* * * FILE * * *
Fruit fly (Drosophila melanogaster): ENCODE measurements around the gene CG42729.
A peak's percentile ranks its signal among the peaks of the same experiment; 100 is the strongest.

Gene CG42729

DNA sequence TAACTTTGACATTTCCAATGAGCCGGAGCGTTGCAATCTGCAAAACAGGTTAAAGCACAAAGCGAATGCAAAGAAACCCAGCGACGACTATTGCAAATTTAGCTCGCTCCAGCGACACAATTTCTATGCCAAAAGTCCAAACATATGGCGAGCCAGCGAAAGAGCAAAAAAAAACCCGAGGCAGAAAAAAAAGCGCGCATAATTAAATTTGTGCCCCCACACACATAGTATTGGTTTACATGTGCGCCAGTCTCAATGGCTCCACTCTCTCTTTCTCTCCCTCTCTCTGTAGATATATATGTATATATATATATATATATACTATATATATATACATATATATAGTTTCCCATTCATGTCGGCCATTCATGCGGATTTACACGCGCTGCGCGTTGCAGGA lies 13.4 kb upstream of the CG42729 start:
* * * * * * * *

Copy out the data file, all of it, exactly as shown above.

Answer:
Fruit fly (Drosophila melanogaster): ENCODE measurements around the gene CG42729.
A peak's percentile ranks its signal among the peaks of the same experiment; 100 is the strongest.

Gene CG42729

DNA sequence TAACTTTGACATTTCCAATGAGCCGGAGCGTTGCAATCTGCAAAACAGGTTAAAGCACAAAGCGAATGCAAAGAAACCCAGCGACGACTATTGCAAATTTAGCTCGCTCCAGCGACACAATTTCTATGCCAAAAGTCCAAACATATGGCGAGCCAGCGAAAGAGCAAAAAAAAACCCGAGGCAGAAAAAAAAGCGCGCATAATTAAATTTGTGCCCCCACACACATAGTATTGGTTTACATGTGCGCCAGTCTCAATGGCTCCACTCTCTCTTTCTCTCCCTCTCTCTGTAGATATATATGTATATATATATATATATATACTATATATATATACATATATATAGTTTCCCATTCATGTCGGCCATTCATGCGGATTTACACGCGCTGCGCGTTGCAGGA lies 13.4 kb upstream of the CG42729 start: